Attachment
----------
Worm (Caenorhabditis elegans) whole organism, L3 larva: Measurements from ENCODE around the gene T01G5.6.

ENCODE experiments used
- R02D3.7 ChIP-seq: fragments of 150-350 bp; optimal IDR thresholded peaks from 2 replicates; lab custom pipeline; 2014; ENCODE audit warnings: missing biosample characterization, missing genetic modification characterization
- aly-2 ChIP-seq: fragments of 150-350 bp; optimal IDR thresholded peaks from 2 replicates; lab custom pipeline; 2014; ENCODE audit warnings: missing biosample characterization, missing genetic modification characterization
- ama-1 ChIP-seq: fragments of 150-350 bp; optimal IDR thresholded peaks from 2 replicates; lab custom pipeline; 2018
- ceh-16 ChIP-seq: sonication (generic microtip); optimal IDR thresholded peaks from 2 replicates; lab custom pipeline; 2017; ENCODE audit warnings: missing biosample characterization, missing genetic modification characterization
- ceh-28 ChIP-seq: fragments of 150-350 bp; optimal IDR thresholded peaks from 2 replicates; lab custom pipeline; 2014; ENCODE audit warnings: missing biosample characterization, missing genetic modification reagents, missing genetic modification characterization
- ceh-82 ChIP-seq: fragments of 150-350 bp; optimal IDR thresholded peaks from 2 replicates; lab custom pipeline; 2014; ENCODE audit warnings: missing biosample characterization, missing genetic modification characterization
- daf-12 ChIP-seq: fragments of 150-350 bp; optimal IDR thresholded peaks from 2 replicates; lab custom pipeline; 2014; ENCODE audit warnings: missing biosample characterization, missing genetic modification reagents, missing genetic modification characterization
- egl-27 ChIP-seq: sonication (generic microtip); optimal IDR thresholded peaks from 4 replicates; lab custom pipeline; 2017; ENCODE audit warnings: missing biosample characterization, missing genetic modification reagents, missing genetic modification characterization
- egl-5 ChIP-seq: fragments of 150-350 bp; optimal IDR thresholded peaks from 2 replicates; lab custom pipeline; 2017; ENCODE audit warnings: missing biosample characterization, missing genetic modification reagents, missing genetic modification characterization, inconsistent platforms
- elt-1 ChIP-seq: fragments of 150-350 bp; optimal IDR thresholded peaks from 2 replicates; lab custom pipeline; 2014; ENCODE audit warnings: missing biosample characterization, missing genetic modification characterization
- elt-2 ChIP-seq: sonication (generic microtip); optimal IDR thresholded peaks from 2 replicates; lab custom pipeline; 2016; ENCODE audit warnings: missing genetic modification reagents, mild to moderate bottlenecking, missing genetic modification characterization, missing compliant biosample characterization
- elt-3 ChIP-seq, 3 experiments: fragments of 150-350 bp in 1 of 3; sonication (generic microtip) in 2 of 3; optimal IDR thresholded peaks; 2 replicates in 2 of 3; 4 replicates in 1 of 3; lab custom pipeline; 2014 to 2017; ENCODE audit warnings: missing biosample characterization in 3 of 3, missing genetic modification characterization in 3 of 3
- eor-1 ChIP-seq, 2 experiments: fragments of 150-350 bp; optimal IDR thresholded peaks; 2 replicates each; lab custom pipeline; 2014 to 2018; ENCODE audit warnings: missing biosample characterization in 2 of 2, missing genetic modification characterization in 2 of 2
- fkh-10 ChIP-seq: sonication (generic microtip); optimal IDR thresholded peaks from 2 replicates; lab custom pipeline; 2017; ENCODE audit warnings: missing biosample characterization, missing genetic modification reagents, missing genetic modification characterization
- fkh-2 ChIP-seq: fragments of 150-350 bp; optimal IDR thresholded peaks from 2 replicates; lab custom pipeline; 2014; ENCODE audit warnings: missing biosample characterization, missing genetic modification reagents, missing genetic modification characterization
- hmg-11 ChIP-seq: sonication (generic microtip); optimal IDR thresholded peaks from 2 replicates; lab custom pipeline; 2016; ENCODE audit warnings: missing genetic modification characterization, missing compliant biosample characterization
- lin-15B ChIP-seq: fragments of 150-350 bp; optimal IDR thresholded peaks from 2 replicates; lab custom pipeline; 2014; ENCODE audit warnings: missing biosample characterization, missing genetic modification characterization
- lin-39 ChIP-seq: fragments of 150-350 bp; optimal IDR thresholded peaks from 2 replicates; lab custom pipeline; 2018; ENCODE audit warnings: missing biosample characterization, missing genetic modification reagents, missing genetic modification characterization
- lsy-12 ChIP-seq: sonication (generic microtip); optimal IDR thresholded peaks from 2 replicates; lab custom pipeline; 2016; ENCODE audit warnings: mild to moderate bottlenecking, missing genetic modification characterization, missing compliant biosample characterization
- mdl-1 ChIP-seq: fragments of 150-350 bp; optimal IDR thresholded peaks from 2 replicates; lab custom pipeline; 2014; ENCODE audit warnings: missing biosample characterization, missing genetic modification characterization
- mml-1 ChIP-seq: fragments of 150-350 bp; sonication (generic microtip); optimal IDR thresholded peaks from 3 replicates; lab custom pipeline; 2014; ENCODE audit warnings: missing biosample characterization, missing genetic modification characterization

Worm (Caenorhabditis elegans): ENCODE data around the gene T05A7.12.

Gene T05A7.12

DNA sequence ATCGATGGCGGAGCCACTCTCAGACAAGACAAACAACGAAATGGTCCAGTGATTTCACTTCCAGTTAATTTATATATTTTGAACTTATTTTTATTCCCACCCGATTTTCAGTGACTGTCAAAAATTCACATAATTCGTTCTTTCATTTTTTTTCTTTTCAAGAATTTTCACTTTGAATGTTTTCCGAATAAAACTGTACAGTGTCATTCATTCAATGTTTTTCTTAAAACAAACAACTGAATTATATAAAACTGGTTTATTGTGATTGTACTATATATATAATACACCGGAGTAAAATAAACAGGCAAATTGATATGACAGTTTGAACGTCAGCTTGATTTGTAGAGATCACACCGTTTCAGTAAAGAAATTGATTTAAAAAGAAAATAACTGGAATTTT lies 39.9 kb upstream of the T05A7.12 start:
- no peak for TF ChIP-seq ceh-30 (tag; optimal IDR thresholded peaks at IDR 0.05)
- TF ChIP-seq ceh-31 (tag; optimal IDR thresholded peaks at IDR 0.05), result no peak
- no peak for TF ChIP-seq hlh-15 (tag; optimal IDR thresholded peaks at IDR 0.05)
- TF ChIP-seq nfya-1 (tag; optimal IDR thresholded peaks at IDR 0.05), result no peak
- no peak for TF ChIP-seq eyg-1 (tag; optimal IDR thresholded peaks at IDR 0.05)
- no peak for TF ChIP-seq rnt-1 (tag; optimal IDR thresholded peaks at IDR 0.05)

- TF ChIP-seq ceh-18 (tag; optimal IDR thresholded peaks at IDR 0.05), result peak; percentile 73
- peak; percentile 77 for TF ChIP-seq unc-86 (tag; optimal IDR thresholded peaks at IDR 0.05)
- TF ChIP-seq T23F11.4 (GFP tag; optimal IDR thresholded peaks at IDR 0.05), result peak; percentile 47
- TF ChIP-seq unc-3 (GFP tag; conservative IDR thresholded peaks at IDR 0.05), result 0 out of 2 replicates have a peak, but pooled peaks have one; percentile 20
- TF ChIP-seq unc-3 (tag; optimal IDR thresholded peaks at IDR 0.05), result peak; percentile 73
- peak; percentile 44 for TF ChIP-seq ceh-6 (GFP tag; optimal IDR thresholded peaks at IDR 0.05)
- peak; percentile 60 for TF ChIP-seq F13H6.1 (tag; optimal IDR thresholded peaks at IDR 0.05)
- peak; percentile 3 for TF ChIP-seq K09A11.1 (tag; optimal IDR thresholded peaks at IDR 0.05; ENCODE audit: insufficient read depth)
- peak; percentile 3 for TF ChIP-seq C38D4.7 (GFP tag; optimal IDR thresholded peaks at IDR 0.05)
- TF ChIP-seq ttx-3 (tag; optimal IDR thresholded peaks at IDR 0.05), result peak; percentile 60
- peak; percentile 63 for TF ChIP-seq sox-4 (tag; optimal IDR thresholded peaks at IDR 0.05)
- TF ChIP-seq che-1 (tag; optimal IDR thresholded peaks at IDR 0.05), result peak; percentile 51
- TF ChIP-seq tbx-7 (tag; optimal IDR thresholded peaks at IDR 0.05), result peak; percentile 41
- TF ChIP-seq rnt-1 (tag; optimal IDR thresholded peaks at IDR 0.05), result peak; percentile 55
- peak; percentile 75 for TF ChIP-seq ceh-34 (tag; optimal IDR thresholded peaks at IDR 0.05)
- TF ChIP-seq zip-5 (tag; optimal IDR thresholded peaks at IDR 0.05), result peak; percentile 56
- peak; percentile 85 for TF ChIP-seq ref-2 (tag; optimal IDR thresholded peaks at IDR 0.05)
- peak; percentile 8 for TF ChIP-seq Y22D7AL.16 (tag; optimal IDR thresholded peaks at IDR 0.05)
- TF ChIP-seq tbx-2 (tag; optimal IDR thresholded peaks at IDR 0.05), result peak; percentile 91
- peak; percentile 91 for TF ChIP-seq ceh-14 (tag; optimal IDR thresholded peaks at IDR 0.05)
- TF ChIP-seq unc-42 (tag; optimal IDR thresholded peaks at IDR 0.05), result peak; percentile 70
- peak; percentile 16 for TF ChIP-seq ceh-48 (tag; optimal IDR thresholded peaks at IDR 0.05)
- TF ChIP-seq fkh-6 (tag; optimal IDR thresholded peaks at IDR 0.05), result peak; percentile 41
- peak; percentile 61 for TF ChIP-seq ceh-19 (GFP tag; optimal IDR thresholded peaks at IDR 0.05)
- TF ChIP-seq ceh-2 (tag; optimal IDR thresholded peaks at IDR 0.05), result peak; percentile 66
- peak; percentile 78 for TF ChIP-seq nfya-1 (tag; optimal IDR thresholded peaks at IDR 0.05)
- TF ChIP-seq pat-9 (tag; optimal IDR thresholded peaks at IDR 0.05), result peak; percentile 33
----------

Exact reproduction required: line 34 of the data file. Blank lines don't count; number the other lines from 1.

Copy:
- peak; percentile 77 for TF ChIP-seq unc-86 (tag; optimal IDR thresholded peaks at IDR 0.05)